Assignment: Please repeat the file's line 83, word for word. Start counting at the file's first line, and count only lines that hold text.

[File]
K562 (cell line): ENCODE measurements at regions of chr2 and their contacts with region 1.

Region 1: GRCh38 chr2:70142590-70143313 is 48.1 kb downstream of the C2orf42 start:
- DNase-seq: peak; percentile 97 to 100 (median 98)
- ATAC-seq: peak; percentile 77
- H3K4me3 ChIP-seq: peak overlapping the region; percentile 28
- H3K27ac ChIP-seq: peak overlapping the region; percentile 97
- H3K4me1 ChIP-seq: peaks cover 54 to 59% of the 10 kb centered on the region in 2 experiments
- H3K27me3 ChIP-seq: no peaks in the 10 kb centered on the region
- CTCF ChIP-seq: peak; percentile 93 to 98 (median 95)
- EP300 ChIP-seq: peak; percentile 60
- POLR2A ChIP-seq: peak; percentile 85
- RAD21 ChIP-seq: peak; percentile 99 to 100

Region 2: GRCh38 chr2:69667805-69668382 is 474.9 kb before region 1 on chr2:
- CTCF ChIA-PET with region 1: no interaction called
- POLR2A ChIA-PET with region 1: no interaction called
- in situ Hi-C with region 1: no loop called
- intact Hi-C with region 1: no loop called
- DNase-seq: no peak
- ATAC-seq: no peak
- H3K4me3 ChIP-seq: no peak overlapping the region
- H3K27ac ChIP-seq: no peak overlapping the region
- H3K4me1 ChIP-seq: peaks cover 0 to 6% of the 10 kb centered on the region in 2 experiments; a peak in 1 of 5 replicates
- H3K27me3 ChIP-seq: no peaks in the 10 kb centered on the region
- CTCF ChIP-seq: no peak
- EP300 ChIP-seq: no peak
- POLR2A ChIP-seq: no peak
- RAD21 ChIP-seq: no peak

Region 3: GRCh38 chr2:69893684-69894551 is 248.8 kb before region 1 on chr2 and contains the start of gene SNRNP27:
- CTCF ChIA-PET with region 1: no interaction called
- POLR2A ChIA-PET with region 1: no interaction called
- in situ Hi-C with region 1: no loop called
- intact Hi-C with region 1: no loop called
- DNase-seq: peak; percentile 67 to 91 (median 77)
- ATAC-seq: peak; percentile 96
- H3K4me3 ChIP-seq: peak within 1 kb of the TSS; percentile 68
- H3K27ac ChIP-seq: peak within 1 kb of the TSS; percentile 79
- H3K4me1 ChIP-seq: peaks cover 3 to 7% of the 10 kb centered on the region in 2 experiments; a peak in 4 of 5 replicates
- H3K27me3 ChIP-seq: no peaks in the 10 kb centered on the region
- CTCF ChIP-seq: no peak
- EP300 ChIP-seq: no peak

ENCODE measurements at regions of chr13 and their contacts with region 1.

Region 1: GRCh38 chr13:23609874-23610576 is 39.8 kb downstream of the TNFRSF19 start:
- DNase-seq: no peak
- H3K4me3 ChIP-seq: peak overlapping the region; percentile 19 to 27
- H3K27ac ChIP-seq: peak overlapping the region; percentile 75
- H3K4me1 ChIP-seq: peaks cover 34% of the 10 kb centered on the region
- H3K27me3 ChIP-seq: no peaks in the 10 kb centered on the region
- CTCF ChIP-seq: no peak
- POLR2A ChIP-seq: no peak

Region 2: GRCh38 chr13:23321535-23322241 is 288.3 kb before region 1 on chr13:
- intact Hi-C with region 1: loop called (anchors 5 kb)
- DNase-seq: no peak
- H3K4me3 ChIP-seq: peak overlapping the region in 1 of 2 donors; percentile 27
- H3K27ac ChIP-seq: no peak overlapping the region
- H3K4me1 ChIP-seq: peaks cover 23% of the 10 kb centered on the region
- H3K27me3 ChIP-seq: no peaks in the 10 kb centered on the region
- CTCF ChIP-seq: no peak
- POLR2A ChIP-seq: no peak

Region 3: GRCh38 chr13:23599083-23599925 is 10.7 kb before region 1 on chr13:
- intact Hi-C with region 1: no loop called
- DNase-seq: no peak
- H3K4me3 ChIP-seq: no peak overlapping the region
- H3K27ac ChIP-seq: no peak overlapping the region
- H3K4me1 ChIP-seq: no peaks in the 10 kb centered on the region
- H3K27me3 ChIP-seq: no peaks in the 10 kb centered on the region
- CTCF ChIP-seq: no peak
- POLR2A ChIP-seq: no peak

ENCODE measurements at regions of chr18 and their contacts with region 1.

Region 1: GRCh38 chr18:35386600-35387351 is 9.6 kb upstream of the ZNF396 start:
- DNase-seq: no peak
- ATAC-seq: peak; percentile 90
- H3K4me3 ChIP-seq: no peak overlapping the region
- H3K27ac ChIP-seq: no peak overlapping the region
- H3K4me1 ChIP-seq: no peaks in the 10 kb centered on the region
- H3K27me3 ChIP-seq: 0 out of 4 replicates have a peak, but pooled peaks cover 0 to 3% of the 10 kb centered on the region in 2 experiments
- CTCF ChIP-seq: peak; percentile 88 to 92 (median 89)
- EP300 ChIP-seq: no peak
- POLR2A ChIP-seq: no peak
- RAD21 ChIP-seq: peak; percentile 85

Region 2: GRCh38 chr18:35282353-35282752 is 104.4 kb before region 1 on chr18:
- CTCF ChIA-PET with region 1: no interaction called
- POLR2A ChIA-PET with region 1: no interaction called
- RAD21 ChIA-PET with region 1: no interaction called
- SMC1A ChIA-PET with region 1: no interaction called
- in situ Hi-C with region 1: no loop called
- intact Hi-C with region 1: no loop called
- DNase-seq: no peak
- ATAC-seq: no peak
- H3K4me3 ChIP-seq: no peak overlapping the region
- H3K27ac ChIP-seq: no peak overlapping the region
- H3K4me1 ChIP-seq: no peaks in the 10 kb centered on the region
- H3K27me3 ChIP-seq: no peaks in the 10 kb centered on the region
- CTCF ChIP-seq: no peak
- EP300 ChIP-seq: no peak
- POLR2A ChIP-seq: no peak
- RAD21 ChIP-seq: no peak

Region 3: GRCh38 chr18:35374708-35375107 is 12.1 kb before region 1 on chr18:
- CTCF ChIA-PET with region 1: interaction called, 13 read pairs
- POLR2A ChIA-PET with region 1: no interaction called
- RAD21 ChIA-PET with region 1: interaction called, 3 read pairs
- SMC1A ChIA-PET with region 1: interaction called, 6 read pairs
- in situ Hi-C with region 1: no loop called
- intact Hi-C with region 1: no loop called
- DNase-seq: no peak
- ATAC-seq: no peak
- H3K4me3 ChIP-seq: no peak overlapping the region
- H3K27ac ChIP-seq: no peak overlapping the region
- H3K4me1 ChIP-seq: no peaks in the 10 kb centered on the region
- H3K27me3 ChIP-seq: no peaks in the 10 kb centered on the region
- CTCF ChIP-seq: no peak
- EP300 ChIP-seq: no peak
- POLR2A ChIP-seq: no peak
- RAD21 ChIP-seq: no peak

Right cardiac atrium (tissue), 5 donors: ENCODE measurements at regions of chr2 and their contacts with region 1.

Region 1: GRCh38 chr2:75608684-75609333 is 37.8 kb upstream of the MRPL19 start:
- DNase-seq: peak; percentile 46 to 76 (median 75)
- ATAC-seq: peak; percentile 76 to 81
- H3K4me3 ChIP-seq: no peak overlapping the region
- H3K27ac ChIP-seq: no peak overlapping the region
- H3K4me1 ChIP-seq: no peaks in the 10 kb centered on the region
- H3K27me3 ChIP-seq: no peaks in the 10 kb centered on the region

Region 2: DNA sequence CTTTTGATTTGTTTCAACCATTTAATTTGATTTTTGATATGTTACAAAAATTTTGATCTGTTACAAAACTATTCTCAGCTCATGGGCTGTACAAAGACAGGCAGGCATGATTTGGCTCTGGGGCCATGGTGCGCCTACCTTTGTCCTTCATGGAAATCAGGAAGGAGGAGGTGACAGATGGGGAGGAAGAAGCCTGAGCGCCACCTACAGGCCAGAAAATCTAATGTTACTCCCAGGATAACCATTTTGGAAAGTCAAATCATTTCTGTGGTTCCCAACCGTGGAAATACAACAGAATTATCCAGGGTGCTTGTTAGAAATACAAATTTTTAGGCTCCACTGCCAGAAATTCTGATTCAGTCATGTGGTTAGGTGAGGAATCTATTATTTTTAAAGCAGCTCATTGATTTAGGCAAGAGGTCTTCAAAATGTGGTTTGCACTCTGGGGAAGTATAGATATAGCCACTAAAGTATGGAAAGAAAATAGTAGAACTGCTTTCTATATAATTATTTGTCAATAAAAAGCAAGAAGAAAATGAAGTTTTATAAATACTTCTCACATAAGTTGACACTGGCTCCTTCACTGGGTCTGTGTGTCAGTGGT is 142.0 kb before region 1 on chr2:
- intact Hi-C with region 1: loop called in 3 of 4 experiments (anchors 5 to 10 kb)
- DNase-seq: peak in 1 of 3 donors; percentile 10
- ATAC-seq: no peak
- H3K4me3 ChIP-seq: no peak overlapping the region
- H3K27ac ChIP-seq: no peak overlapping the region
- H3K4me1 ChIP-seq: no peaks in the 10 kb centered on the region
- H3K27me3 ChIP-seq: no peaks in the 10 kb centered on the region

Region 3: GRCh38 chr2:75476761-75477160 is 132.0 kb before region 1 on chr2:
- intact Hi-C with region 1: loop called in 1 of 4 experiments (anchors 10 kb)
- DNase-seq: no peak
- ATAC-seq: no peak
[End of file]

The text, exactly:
- RAD21 ChIA-PET with region 1: no interaction called